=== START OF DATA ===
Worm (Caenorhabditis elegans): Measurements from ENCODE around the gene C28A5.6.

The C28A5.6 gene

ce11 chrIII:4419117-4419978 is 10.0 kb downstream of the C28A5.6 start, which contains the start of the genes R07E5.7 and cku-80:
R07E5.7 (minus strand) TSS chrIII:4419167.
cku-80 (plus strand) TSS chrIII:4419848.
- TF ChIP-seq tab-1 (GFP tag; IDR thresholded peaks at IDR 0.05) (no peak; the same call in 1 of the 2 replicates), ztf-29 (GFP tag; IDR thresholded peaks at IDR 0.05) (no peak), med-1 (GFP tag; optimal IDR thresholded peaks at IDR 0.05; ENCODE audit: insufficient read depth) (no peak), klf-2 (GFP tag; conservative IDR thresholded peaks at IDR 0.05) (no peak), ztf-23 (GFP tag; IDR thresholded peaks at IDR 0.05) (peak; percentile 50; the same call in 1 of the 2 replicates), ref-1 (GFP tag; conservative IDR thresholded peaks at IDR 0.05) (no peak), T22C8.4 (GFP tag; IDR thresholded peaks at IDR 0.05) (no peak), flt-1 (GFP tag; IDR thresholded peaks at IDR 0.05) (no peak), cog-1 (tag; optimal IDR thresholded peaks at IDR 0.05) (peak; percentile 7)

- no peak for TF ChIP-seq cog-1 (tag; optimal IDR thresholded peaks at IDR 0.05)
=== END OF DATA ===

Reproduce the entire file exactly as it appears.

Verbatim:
Worm (Caenorhabditis elegans): Measurements from ENCODE around the gene C28A5.6.

The C28A5.6 gene

ce11 chrIII:4419117-4419978 is 10.0 kb downstream of the C28A5.6 start, which contains the start of the genes R07E5.7 and cku-80:
R07E5.7 (minus strand) TSS chrIII:4419167.
cku-80 (plus strand) TSS chrIII:4419848.
- TF ChIP-seq tab-1 (GFP tag; IDR thresholded peaks at IDR 0.05) (no peak; the same call in 1 of the 2 replicates), ztf-29 (GFP tag; IDR thresholded peaks at IDR 0.05) (no peak), med-1 (GFP tag; optimal IDR thresholded peaks at IDR 0.05; ENCODE audit: insufficient read depth) (no peak), klf-2 (GFP tag; conservative IDR thresholded peaks at IDR 0.05) (no peak), ztf-23 (GFP tag; IDR thresholded peaks at IDR 0.05) (peak; percentile 50; the same call in 1 of the 2 replicates), ref-1 (GFP tag; conservative IDR thresholded peaks at IDR 0.05) (no peak), T22C8.4 (GFP tag; IDR thresholded peaks at IDR 0.05) (no peak), flt-1 (GFP tag; IDR thresholded peaks at IDR 0.05) (no peak), cog-1 (tag; optimal IDR thresholded peaks at IDR 0.05) (peak; percentile 7)

- no peak for TF ChIP-seq cog-1 (tag; optimal IDR thresholded peaks at IDR 0.05)